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It’s impossible to keep keen trammies away from the rails and over the past few days Ken Henderson and myself have had a feast, beginning with a Mainline Steam excursion to Arthur’s Pass with the magnificent giant Ka 942.  The day was extremely well run with us rail buffs being treated to four photo stops when our train backed up before performing a spirited run past with driver Mark Scotson brilliantly showing off the big Ka 942 for our cameras.  What a crescendo of railway sounds bouncing around mountain tops.  We were both invited to ride a few kms on the footplate, a thrilling, albeit rollicking experience.  A great day was reminisced over a bottle of red and a cheeseboard  from the café carriage during the return journey.

Three days later we were kindly invited by KiwiRail to join a promotional run of the TranzAlpine comprising New Zealand-built AK carriages that will soon be an everyday TranzAlpine event, bringing New Zealand scenic rail journeys in line with the best anywhere.  In fact, we are arguably better than the best.  KiwiRail Scenic staff are superior to most encountered on my world travels.  It’s that dinkum friendly Kiwi attitude to the fore I suspect.  Ken and I were able to compare experiences with Tom Evers-Swindell, manager of Kiwi Rail’s Passenger Group.  Tom, an affable guy, discussed the difficulties of boxing on during an international economic downturn and New Zealand been additionally hit owing to almost two years of Canterbury seismic woes.  Interestingly, New Zealand is the only country operating long-distance rail journeys without direct Government subsidies.  And potential rail travellers need to accept the reality of paying more for a superior experience compared with, say, bus travel which is remarkably inexpensive in New Zealand.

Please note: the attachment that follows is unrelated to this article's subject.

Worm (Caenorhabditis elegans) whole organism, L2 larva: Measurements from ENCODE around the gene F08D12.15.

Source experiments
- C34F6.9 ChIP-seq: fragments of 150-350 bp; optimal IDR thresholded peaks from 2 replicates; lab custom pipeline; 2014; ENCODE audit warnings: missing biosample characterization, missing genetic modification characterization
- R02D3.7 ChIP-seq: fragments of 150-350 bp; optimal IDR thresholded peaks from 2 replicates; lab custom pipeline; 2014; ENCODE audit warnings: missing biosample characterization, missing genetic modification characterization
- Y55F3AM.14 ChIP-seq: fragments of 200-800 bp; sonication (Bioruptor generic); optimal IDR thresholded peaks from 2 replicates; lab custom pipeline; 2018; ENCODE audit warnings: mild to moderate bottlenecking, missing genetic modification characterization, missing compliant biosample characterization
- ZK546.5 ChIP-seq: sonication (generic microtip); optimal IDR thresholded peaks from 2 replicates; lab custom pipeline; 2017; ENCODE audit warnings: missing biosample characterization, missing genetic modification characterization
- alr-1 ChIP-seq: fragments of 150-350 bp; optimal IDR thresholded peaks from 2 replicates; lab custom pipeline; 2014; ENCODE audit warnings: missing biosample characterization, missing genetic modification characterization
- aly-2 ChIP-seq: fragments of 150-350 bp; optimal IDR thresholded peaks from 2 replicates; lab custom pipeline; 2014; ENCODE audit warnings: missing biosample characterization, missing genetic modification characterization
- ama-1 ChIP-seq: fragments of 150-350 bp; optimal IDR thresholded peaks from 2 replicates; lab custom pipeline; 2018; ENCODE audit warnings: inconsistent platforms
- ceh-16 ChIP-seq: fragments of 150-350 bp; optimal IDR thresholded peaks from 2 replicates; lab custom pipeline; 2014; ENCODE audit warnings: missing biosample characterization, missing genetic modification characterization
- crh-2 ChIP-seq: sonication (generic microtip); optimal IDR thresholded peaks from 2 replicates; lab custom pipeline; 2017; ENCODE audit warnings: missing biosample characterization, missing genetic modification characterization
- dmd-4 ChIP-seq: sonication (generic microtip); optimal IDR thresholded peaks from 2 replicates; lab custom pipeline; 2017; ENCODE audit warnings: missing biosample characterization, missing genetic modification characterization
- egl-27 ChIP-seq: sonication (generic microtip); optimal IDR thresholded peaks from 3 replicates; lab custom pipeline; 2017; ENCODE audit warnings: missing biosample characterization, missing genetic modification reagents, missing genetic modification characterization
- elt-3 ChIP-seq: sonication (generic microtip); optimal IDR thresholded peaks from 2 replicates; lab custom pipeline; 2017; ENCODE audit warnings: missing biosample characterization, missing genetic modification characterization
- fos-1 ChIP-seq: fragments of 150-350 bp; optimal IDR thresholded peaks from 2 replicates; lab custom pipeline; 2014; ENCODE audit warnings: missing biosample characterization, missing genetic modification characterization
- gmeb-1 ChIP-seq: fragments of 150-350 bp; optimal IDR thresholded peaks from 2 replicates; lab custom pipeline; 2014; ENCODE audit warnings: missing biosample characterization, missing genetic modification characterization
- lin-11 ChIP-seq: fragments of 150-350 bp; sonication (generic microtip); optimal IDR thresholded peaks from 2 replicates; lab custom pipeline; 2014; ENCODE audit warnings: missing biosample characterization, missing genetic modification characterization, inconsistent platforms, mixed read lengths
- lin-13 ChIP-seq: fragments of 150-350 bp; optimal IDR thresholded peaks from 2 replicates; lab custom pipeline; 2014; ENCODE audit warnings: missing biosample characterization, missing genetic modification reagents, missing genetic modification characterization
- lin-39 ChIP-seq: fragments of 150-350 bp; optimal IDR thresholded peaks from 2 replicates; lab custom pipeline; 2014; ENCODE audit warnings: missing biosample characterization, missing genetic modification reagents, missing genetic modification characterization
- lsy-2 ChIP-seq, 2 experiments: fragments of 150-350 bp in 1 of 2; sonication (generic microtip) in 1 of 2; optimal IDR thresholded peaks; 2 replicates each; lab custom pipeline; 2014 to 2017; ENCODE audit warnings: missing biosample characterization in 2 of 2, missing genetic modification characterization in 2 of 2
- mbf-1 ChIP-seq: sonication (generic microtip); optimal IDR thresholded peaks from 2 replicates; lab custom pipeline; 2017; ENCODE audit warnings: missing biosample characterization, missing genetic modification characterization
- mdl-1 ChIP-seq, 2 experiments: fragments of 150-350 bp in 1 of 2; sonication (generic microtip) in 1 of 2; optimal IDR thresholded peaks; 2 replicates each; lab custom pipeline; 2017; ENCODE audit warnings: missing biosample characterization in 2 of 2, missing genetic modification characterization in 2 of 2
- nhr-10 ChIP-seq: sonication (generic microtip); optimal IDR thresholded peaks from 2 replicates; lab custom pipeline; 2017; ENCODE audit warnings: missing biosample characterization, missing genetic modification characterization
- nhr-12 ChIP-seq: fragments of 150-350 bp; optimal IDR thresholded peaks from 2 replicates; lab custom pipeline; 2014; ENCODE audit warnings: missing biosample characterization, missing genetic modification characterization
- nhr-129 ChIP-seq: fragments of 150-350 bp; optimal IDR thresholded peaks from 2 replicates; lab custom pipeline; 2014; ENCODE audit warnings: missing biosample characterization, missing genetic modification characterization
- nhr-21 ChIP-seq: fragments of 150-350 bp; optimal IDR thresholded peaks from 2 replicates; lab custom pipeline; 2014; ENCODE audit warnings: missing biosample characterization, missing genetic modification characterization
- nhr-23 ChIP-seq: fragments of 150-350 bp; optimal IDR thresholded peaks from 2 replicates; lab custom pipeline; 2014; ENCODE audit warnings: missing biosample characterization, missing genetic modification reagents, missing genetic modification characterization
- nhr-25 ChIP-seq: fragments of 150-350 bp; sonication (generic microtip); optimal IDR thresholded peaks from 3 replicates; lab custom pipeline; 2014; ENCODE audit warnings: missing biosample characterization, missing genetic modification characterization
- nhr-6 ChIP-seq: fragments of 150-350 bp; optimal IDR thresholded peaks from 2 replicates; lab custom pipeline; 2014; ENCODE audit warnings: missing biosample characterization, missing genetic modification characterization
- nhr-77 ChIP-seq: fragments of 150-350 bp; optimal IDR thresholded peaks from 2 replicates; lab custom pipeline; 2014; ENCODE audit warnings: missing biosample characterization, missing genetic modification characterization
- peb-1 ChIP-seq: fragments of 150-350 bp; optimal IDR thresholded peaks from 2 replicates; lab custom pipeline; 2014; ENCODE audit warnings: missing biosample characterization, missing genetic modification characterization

Tom, also a discerning rail traveller, was enthusiast about New Zealand’s variety of landscapes, especially on the TranzAlpine route.  Amongst other travellers were reps from a variety of tourist-related organisations.  All appeared suitably impressed.  Ken and I spent a good part of the journey on the open AKV observation carriage ever hopeful of capturing that memorable moment as the train wraps around a tight curve, hopefully with snow and mountains as a backdrop.  As you may have guessed, we finished the journey reminiscing over a Café carriage purchased bottle of red and cheeseboard.  The superior riding, quietness, and comfort of the new AK carriages certainly enhanced the experience.Image

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